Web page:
Modern-day financial crimes are diverse, complex, global, and often very hard to detect. These crimes, which include money laundering, financing terrorism, bribery, and corruption, are of a very serious nature and affect every nation and human around the world.
One of the global organizations tasked with the prevention and tackling of these crimes is the Financial Action Task Force (FATF), including 37 member-states from across the world. The FATF puts into action different types of mechanisms and uses its member states’ influence to fight and prevent financial crimes while also encouraging major firms and companies to adopt its gold standard regarding AML (Anti-Money Laundering) and CFT (Combating the Financing of Terrorism). At Zotapay (Zota), we strive to achieve these standards of AML and CFT to be able to offer our clients the most secure and effective solutions, using the industry’s most trusted regulatory and risk management-related tools.
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The FATF and its decisive role in AML and CFT
On 21 April 2022, the Ministers of the Financial Action Task Force (FATF) met to discuss the advancement of the international battle against financial crimes. The meeting was a part of the biennial FATF Summit, which took place in Washington D.C.
Following the conclusion of this influential summit, we decided that we would like to expose you, the reader, to one of the building blocks in the global fight against financial crime – the FATF. In this short article, we will introduce this influential organization and briefly describe its different methods of combating financial crimes.
The tale of an intergovernmental regulator – the FATF
The FATF is a Paris-based, intergovernmental organization that was established in 1989 with the initial purpose of harnessing the powers of developed nations to prevent money laundering. Over the years, the scope of action of the organization was broadened and now includes the fight against terrorism financing and other threats to the global financial system. To tackle the numerous issues brought about by the advancement of global finance, the FATF utilizes different mechanisms, such as its series of recommendations and guides, in addition to its Mutual Evaluation Process. These set the international standard for combating terrorism financing and money laundering.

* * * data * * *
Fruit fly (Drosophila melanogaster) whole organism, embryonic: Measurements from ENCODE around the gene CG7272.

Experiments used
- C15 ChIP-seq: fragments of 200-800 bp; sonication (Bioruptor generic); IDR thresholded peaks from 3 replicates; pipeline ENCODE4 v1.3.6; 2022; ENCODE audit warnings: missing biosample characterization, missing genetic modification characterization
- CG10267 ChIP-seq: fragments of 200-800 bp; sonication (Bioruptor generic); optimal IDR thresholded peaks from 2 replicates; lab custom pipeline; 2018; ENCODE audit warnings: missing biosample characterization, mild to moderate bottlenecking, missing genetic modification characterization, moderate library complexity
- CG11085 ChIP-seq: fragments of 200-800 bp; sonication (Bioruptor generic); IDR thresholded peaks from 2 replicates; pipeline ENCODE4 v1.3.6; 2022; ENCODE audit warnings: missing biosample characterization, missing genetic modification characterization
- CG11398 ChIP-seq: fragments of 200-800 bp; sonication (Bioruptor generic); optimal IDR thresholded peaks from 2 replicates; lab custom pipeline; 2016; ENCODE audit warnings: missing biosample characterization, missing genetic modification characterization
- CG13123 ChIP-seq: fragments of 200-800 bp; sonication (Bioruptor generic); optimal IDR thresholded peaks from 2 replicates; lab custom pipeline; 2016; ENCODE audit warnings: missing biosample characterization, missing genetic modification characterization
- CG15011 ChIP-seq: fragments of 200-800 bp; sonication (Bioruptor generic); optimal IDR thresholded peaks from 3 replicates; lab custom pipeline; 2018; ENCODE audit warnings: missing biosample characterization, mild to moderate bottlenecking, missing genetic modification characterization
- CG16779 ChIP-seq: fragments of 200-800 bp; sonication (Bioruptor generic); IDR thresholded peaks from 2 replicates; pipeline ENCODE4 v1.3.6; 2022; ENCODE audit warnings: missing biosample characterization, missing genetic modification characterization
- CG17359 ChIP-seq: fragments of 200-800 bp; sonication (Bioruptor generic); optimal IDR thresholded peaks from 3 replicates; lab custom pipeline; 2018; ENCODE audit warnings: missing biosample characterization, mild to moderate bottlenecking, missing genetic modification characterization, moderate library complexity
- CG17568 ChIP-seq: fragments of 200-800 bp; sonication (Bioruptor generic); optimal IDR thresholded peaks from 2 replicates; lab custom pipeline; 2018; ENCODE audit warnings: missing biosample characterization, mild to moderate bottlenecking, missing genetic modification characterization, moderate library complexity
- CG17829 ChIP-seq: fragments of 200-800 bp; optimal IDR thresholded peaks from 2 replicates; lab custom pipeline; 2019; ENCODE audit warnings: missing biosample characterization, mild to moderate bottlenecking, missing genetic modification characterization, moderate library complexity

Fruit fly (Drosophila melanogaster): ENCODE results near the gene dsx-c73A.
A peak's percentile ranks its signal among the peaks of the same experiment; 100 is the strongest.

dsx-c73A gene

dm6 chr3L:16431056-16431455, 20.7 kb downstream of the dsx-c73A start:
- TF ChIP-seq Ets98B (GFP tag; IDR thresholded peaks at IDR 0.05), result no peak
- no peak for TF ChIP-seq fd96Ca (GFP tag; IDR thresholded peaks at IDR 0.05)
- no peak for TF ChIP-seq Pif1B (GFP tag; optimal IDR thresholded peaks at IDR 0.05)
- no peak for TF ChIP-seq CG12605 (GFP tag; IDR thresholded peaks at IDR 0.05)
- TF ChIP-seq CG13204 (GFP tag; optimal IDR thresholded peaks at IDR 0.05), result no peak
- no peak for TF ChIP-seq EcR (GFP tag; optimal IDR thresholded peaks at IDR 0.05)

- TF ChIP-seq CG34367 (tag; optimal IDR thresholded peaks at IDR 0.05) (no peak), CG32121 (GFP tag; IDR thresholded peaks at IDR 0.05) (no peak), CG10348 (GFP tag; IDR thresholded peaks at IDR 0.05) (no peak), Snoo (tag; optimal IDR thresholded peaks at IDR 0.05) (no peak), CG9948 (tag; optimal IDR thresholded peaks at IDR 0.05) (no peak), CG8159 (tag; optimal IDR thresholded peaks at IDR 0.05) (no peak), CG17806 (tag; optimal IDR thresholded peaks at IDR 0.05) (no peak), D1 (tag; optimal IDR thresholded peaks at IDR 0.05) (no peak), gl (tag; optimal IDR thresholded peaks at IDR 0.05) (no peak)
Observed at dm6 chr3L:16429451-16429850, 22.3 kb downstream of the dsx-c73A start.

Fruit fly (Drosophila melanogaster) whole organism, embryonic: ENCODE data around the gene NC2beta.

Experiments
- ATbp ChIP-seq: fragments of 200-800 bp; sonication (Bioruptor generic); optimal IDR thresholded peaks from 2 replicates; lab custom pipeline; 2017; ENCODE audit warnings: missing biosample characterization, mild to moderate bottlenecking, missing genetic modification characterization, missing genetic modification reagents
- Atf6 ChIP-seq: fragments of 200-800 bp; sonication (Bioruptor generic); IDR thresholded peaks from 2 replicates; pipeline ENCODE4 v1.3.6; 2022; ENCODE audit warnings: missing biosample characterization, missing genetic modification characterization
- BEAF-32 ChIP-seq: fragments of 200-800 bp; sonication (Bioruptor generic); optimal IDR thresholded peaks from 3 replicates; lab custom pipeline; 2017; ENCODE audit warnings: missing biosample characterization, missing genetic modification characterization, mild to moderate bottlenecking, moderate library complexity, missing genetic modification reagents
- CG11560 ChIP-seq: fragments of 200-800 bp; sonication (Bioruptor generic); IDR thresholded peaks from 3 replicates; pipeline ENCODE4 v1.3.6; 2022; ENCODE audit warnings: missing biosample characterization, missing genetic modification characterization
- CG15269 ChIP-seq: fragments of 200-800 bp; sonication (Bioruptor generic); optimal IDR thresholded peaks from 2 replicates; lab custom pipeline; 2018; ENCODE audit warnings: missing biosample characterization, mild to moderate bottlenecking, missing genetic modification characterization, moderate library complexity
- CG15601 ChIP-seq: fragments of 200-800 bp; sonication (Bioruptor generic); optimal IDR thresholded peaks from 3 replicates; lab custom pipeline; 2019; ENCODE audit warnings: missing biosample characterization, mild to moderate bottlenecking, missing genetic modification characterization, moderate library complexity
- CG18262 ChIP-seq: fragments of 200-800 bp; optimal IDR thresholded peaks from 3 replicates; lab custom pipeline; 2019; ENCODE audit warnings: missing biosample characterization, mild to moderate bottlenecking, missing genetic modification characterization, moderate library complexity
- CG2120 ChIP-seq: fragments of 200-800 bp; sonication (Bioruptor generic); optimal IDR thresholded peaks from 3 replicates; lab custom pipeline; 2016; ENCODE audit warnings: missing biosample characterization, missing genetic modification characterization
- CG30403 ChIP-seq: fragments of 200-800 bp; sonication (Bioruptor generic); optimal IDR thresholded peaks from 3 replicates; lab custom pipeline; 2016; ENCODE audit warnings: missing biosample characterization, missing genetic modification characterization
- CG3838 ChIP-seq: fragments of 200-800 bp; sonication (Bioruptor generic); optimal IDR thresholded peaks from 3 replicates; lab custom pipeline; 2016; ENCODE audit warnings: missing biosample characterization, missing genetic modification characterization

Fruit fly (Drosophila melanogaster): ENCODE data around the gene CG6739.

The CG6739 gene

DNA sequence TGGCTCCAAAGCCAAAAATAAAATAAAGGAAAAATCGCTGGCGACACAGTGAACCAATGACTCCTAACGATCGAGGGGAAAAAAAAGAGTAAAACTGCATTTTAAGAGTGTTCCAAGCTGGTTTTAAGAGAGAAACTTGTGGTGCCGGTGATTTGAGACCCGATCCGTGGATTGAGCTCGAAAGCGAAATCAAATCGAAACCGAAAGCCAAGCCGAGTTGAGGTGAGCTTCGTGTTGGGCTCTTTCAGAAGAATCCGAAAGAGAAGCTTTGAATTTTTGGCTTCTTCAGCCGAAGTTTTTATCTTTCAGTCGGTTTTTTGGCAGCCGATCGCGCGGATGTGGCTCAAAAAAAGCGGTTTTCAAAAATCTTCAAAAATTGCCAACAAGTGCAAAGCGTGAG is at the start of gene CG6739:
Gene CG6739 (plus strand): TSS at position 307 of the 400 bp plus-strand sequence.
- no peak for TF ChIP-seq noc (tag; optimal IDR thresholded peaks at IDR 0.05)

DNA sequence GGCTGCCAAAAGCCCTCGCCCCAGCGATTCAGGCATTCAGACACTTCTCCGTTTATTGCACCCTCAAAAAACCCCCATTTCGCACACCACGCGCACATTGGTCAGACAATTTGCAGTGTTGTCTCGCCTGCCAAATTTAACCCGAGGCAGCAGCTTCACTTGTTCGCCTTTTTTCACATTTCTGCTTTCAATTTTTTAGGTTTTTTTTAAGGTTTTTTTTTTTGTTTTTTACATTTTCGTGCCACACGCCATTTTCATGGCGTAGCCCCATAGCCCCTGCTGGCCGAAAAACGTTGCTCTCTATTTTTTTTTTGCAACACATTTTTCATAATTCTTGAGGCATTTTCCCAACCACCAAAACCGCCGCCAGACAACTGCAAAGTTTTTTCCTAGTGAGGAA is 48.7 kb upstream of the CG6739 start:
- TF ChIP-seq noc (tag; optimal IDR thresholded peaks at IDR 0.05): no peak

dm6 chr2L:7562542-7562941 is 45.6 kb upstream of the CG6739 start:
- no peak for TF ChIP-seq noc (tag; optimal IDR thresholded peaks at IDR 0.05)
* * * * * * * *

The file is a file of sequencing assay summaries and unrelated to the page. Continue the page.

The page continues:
The regulator’s toolkit – recommendations, guides, and the mutual evaluation process
An example of the FAFT guide is, “Guidance for a Risk-based Approach – Virtual Currencies.” This guide, for instance, attempts to tackle one of the more prominent potential threats of recent times – the unregulated usage of virtual assets and currency, also known as Cryptocurrency. Each member state is encouraged to implement and act based on these guidelines to crack down on local Cryptocurrency trading. However, implementation is not mandatory, as can be seen by the recent order of the Chinese Central Bank.
Another tool that is utilized by the FATF to further its efforts in the financial sphere is its Mutual Evaluation Process of its member states. Each evaluation involves a year-long assessment that includes an on-site visit by a team composed of several professionals from other member jurisdictions and headed by a representative of the FATF secretariat. Since 2004, all the 37 member states of the FATF have undergone a mutual evaluation. Some of these FATF member states include Brazil, India, and South Africa. These were all identified as lucrative markets, and entered into, respectively, by Zotapay (Zota) in 2021.
At Zotapay (Zota), we strive to achieve the highest standards of AML and CFT. We make it one of our main priorities to offer our clients the most secure and effective solutions available, using the industry’s most trusted regulatory and risk management-related tools.
We join the call of the FATF Ministers and urge our friends in the FinTech sector to state their commitment to utilizing the best available resources to tackle these critical issues, such as money laundering and terrorism financing, which affect all of us.